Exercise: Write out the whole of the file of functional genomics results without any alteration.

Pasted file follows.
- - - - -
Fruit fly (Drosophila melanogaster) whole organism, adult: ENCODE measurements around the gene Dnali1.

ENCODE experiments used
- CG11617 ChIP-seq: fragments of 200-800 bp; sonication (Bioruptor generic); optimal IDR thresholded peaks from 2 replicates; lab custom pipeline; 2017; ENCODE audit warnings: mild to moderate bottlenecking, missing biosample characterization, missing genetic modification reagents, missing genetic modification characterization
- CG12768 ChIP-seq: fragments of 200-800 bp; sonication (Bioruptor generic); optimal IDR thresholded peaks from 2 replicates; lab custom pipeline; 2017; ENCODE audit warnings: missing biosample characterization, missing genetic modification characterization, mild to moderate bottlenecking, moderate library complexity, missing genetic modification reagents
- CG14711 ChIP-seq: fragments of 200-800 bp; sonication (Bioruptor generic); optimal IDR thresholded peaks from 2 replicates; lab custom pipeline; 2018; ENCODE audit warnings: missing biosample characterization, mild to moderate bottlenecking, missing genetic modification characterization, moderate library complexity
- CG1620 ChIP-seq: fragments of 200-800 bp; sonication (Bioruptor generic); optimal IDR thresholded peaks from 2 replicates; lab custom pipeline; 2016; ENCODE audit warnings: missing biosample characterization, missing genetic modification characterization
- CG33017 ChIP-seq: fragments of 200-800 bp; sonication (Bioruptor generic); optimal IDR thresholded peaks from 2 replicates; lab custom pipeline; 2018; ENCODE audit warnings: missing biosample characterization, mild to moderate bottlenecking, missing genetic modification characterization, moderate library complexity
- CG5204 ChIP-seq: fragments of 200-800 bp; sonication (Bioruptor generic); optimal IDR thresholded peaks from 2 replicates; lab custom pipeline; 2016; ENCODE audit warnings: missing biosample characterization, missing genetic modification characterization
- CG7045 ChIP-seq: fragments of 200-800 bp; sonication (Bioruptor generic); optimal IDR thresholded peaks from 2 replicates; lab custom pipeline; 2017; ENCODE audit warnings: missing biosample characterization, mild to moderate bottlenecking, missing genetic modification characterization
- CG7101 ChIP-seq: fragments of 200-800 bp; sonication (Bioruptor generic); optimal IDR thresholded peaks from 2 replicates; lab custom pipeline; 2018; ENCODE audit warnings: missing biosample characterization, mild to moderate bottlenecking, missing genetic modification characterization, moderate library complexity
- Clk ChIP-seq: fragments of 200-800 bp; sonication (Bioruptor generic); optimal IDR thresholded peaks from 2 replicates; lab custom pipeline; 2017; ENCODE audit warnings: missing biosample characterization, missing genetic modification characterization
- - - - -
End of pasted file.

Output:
Fruit fly (Drosophila melanogaster) whole organism, adult: ENCODE measurements around the gene Dnali1.

ENCODE experiments used
- CG11617 ChIP-seq: fragments of 200-800 bp; sonication (Bioruptor generic); optimal IDR thresholded peaks from 2 replicates; lab custom pipeline; 2017; ENCODE audit warnings: mild to moderate bottlenecking, missing biosample characterization, missing genetic modification reagents, missing genetic modification characterization
- CG12768 ChIP-seq: fragments of 200-800 bp; sonication (Bioruptor generic); optimal IDR thresholded peaks from 2 replicates; lab custom pipeline; 2017; ENCODE audit warnings: missing biosample characterization, missing genetic modification characterization, mild to moderate bottlenecking, moderate library complexity, missing genetic modification reagents
- CG14711 ChIP-seq: fragments of 200-800 bp; sonication (Bioruptor generic); optimal IDR thresholded peaks from 2 replicates; lab custom pipeline; 2018; ENCODE audit warnings: missing biosample characterization, mild to moderate bottlenecking, missing genetic modification characterization, moderate library complexity
- CG1620 ChIP-seq: fragments of 200-800 bp; sonication (Bioruptor generic); optimal IDR thresholded peaks from 2 replicates; lab custom pipeline; 2016; ENCODE audit warnings: missing biosample characterization, missing genetic modification characterization
- CG33017 ChIP-seq: fragments of 200-800 bp; sonication (Bioruptor generic); optimal IDR thresholded peaks from 2 replicates; lab custom pipeline; 2018; ENCODE audit warnings: missing biosample characterization, mild to moderate bottlenecking, missing genetic modification characterization, moderate library complexity
- CG5204 ChIP-seq: fragments of 200-800 bp; sonication (Bioruptor generic); optimal IDR thresholded peaks from 2 replicates; lab custom pipeline; 2016; ENCODE audit warnings: missing biosample characterization, missing genetic modification characterization
- CG7045 ChIP-seq: fragments of 200-800 bp; sonication (Bioruptor generic); optimal IDR thresholded peaks from 2 replicates; lab custom pipeline; 2017; ENCODE audit warnings: missing biosample characterization, mild to moderate bottlenecking, missing genetic modification characterization
- CG7101 ChIP-seq: fragments of 200-800 bp; sonication (Bioruptor generic); optimal IDR thresholded peaks from 2 replicates; lab custom pipeline; 2018; ENCODE audit warnings: missing biosample characterization, mild to moderate bottlenecking, missing genetic modification characterization, moderate library complexity
- Clk ChIP-seq: fragments of 200-800 bp; sonication (Bioruptor generic); optimal IDR thresholded peaks from 2 replicates; lab custom pipeline; 2017; ENCODE audit warnings: missing biosample characterization, missing genetic modification characterization